In cycling, they're called super-domestiques. They carry bottles, cover attacks and protect their team leaders. Sometimes, they're allowed to race for themselves—when the boss crashes out, gets busted for doping or has bad legs. On the rarest of occasions, super-domestiques clash with their captains, as Greg Lemond and Bernard Hinault had a penchant for doing.
Running has its sometimes-controversial equivalent to the domestique: the pacemaker. These rabbits don't really race; they set the pace. And while they may be fast, they never win (so long as you discount the 1994 Los Angeles Marathon). The pay ranges from low to nonexistent, but some say records could not be broken without them.
If you're looking for a rabbit, Dusty Olson is one of the world's best. And as is often the case, Olson is known less for the pace he sets than for the man he paces: The ultramarathoner legend Scott Jurek. Olsen also just happens to be Jurek’s best/oldest friend and longtime pacer. Now, Jurek has a book out, and Olson is finally getting some long-overdue recognition. But it has come with a price: flak for his less-than-conservative ways. Scott Rosenfield spoke with Olson on the heels of Jurek’s book release to explore the sometimes-tense relationship between running’s leading man and his good friend.
You’ve paced Jurek to his biggest wins. Could he have done it without you?
For Scott's sake, I'd say yes. He's a strong person. I definitely helped him out and was there for him, but I'd like to think he would have won them all without me there.
When it comes to the bottom line, it isn't the pacer winning the race; it's the racer.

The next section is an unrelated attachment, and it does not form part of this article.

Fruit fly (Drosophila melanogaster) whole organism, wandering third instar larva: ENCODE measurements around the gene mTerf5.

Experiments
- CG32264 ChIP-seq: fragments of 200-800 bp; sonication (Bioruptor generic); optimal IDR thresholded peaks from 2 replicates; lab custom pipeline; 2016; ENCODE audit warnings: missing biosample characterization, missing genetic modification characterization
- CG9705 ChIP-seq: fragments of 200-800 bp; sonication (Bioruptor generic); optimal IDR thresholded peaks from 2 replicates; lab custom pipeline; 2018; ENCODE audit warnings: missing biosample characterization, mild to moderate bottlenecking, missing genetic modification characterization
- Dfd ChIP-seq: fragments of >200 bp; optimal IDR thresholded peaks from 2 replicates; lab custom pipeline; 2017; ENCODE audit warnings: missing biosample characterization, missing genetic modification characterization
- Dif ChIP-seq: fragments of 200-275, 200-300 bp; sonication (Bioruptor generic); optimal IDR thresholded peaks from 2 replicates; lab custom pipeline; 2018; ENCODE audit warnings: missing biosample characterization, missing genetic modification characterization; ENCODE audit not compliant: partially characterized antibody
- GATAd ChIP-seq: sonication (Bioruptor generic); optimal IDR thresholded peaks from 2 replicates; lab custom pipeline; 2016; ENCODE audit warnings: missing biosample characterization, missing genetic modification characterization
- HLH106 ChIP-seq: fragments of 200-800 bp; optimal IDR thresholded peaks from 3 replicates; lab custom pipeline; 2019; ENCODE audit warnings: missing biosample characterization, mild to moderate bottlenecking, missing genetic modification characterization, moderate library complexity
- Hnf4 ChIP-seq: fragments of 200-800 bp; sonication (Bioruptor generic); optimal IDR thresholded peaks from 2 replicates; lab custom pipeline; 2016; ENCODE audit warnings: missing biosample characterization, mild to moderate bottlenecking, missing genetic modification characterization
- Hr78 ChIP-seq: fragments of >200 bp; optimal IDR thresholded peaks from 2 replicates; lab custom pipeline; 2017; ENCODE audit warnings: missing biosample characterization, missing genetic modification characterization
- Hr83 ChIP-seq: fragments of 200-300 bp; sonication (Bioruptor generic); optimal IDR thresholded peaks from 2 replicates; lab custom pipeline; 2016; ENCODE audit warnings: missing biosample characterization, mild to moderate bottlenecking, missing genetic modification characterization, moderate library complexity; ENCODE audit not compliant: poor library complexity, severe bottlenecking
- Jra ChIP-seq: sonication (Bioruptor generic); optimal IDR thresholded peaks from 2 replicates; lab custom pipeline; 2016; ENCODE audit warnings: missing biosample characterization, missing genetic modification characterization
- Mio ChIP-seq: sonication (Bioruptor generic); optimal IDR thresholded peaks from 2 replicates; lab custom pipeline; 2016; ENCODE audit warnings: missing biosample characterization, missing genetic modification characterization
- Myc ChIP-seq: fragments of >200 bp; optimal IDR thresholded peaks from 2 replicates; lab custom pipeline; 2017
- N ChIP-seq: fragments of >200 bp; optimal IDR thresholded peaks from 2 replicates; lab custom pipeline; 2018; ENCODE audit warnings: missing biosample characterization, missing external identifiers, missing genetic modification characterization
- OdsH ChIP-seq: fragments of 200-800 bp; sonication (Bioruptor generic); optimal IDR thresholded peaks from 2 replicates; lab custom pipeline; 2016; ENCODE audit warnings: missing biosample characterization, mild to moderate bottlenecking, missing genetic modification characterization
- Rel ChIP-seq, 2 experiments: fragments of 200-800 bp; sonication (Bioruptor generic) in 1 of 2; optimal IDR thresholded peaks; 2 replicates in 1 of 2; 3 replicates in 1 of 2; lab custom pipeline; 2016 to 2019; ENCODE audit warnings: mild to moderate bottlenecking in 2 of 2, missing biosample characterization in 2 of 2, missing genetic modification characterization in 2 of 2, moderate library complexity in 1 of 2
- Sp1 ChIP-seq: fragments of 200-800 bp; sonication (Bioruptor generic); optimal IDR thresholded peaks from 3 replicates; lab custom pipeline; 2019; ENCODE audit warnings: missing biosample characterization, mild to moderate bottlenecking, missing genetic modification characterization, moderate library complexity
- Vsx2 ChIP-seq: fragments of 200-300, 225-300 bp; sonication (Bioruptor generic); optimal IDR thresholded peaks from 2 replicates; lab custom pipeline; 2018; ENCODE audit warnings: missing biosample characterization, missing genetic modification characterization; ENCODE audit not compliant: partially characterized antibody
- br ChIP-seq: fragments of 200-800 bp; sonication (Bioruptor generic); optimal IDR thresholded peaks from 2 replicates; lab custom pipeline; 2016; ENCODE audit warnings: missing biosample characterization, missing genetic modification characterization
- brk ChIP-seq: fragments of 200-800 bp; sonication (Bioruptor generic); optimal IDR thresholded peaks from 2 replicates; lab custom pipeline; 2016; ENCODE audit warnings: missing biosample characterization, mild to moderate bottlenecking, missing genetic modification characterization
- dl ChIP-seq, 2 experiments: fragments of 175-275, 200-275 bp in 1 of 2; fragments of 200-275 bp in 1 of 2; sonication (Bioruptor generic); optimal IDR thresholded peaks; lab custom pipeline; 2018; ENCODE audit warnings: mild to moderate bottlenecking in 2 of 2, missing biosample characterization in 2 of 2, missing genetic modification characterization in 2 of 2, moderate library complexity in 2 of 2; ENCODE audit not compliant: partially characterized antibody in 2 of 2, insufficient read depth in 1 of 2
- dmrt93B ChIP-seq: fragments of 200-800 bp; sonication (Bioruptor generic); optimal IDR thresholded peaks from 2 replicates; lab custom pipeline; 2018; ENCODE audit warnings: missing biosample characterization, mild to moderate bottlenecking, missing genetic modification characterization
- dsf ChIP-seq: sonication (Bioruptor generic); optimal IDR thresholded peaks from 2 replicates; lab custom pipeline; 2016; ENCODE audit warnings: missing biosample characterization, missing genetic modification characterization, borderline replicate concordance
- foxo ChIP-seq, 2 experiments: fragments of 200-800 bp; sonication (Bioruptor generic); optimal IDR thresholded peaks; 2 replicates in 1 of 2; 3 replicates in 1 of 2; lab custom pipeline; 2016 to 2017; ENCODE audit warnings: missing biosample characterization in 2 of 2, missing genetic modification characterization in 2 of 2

You read about the agony and the ecstasy of the ultrarunner, but the pacer is always a footnote.
Nobody cares about the pacer. The pacer comes in. The pacer needs water. Nobody fills the pacer's bottle up. I'm there filling up Scott’s water bottles, making sure Scott’s got food. If he runs out of water he gets mine. If he runs out of food he get's whatever I have. It's not easy being a pacer, man.
You didn’t dream of becoming a top-flight ultrarunner, yet you won the 1993 Minnesota Voyager, a 50-mile trail race. Did that change your outlook on running?
Not really. I was kind of more focused on nordic skiing. I was ranked 40th in nordic skiing in the country. I was just doing ultrarunning in the summer.
The 1994 Yoyager started Jurek’s career, but your victory in ’93 didn’t have the same effect on you. Why is that?
It takes a certain level of OCD, and also it takes support to get to that next level. I kind of made an athletic mistake. I bought a house in Duluth when I was 22 years old. No one in Duluth ever really gave me a job that paid me more than minimum wage where I could train and focus on my racing. You can have all the talent in the world, be better than anyone in the world, but if you cannot make it to the races or feed yourself, you're not going to make it.